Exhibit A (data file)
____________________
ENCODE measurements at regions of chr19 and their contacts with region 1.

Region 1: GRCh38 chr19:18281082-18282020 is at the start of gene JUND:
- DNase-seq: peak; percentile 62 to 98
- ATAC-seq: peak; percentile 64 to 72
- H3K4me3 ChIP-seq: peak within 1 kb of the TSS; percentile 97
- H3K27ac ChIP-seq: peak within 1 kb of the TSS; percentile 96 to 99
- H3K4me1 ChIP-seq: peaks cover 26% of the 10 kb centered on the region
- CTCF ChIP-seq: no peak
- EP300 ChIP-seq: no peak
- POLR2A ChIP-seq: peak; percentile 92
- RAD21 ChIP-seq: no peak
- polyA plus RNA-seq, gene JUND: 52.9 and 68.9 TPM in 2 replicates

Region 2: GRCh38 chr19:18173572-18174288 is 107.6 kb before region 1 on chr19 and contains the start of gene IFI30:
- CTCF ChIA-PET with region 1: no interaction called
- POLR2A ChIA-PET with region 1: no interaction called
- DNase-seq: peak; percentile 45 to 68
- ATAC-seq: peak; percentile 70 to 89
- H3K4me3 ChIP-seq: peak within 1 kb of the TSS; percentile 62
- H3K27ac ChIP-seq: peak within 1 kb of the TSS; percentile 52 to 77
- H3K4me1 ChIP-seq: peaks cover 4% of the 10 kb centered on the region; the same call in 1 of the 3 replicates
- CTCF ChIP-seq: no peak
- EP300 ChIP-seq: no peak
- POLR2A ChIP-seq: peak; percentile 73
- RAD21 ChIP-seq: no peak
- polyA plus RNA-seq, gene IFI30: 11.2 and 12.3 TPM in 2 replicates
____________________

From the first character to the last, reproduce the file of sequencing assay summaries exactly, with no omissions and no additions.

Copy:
ENCODE measurements at regions of chr19 and their contacts with region 1.

Region 1: GRCh38 chr19:18281082-18282020 is at the start of gene JUND:
- DNase-seq: peak; percentile 62 to 98
- ATAC-seq: peak; percentile 64 to 72
- H3K4me3 ChIP-seq: peak within 1 kb of the TSS; percentile 97
- H3K27ac ChIP-seq: peak within 1 kb of the TSS; percentile 96 to 99
- H3K4me1 ChIP-seq: peaks cover 26% of the 10 kb centered on the region
- CTCF ChIP-seq: no peak
- EP300 ChIP-seq: no peak
- POLR2A ChIP-seq: peak; percentile 92
- RAD21 ChIP-seq: no peak
- polyA plus RNA-seq, gene JUND: 52.9 and 68.9 TPM in 2 replicates

Region 2: GRCh38 chr19:18173572-18174288 is 107.6 kb before region 1 on chr19 and contains the start of gene IFI30:
- CTCF ChIA-PET with region 1: no interaction called
- POLR2A ChIA-PET with region 1: no interaction called
- DNase-seq: peak; percentile 45 to 68
- ATAC-seq: peak; percentile 70 to 89
- H3K4me3 ChIP-seq: peak within 1 kb of the TSS; percentile 62
- H3K27ac ChIP-seq: peak within 1 kb of the TSS; percentile 52 to 77
- H3K4me1 ChIP-seq: peaks cover 4% of the 10 kb centered on the region; the same call in 1 of the 3 replicates
- CTCF ChIP-seq: no peak
- EP300 ChIP-seq: no peak
- POLR2A ChIP-seq: peak; percentile 73
- RAD21 ChIP-seq: no peak
- polyA plus RNA-seq, gene IFI30: 11.2 and 12.3 TPM in 2 replicates